Postdoctoral Associate, Dept. Genetics
University of Utah: PhD Biological Anthropology, 2019
Dissertation title: Genetic variation in toll-like receptor 7 and toll-like receptor 8 in humans and howler monkeys and potential implications for susceptibility to yellow fever virus
Dr. Nicole Torosin studies evolution using a comparative phylogenetic framework. Her research interests are primate immune genetic evolution, Drosophila genomics, environmental specific evolution, and 3D genome organization.
For her graduate work, Dr. Torosin studied genetic variation in innate immune genes toll-like receptor (TLR) 7 and TLR8 across the primate phylogeny to identify genetic candidates underlying the variable susceptibility of primates to yellow fever virus. She focused on neotropical howler monkeys since they are the most susceptible of all primates to yellow fever virus. Dr. Torosin collected fecal samples from endangered populations in Northern Argentina.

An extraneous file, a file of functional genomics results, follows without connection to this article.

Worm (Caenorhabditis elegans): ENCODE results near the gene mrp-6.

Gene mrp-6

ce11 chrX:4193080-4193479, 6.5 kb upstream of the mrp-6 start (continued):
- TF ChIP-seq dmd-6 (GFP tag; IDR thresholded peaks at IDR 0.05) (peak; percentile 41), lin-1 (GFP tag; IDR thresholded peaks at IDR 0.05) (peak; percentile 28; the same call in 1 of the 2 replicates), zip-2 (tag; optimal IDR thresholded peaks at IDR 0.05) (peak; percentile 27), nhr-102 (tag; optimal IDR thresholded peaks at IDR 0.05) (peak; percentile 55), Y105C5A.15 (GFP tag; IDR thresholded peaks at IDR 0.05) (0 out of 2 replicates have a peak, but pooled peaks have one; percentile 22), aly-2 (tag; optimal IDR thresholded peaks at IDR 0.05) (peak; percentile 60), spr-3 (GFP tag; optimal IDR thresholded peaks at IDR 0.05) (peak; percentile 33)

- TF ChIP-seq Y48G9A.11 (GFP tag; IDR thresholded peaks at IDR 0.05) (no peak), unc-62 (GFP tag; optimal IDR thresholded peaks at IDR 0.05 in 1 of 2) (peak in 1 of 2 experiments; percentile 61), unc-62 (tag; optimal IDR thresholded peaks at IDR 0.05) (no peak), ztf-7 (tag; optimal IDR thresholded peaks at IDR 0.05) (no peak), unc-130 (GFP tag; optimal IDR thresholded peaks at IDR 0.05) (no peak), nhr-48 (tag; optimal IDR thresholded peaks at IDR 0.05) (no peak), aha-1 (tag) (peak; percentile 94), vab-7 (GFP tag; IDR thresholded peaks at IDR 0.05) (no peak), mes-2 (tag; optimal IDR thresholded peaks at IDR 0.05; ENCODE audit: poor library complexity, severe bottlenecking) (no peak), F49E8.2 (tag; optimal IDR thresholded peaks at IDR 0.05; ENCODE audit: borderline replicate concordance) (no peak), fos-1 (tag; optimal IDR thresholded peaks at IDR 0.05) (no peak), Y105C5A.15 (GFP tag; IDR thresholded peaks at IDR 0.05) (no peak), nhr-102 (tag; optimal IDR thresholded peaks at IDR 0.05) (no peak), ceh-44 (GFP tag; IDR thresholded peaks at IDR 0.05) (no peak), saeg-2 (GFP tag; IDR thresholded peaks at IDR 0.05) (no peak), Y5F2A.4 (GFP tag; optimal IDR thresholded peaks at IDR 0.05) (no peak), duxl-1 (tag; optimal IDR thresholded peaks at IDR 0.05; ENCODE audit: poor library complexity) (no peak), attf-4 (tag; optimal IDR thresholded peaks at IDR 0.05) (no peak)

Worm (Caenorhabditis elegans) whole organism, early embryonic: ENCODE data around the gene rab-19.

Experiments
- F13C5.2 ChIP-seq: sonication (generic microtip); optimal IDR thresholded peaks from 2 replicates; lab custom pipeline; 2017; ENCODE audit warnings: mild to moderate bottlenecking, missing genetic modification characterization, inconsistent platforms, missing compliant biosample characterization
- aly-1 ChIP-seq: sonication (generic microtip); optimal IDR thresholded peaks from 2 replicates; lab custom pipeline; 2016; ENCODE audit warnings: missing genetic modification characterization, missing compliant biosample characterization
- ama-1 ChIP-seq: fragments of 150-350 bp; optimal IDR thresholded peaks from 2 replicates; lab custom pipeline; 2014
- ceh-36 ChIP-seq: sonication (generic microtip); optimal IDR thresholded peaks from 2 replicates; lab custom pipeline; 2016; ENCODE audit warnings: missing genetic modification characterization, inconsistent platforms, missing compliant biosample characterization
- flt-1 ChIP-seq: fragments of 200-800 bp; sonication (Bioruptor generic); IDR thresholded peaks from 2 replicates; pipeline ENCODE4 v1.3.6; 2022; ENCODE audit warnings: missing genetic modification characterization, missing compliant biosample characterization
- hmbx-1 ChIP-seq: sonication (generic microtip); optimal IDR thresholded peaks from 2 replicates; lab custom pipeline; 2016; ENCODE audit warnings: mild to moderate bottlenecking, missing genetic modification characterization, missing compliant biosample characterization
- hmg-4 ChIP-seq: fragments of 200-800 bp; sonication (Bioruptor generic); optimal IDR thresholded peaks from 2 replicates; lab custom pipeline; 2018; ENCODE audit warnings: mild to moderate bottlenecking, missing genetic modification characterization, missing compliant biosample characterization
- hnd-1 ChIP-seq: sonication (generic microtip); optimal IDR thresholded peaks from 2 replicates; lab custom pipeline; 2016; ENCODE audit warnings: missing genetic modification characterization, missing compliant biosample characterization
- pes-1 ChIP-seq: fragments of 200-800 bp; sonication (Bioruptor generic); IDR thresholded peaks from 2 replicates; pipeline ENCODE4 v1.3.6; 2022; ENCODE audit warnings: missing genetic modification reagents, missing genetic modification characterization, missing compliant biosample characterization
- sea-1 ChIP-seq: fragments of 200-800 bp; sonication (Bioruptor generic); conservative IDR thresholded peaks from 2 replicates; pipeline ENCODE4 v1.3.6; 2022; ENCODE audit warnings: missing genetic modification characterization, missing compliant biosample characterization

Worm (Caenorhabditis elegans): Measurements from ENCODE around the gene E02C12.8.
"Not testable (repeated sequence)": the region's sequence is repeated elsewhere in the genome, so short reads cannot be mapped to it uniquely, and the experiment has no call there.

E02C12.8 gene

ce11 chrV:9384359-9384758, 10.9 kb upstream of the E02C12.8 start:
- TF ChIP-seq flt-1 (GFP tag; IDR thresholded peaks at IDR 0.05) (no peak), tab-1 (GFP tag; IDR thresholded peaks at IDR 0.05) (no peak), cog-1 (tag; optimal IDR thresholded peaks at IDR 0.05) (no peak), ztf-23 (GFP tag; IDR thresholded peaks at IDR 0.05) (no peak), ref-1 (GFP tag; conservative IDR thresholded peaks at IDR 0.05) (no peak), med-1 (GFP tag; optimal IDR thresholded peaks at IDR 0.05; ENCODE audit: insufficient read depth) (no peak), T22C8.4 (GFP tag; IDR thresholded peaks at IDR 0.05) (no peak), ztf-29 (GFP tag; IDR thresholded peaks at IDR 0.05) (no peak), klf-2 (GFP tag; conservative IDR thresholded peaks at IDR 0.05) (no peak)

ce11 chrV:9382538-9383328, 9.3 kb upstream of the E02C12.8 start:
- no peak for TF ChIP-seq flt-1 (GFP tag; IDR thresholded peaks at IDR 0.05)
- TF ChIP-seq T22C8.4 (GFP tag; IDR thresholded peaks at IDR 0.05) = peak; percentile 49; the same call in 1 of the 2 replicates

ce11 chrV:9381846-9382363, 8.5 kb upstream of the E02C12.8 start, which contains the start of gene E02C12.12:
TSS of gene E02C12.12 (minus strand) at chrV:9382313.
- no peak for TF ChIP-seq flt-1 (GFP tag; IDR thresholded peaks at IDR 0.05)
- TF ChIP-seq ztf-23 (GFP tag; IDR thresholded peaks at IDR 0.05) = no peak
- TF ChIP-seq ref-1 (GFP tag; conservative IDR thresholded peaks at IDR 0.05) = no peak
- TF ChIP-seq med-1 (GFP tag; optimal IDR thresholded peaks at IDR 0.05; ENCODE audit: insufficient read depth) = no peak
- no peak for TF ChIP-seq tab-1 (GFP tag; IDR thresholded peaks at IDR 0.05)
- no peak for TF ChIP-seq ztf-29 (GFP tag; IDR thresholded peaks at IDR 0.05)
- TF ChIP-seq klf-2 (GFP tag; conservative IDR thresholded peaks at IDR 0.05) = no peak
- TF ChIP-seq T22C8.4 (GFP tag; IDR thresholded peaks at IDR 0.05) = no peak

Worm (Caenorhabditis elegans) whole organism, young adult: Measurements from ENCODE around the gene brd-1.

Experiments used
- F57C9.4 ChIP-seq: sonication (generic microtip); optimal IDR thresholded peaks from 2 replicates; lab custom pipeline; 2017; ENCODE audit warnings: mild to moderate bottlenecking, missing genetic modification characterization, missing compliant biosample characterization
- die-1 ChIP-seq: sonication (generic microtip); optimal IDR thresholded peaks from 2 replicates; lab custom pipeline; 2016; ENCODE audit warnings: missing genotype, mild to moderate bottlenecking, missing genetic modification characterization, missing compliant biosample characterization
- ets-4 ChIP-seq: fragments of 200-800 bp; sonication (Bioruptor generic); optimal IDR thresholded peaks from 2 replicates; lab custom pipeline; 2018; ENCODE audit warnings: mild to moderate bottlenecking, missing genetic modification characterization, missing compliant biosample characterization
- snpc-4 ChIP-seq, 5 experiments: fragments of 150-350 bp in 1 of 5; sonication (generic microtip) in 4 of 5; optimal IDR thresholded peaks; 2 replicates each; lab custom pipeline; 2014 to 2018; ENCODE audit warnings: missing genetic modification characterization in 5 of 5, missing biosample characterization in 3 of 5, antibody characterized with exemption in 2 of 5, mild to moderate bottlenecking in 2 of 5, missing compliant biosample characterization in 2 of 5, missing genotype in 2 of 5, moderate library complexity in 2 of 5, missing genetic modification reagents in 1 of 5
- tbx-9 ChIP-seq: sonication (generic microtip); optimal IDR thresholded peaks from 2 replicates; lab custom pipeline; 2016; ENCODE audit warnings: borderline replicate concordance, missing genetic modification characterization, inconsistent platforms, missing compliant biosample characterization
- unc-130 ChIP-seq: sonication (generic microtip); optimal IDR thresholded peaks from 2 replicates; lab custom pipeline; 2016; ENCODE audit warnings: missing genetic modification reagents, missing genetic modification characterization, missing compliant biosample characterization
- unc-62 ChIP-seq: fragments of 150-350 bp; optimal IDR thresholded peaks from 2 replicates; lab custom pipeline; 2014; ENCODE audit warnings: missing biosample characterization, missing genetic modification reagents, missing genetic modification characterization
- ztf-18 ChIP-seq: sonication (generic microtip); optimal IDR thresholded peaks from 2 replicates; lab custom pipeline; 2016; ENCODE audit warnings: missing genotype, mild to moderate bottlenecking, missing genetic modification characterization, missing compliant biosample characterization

Currently she is a postdoctoral researcher in Dr. Chris Ellison's laboratory in the Department of Genetics here at Rutgers. She now also studies the evolution of 3D genome conformation in Drosophila and how divergence may affect gene expression.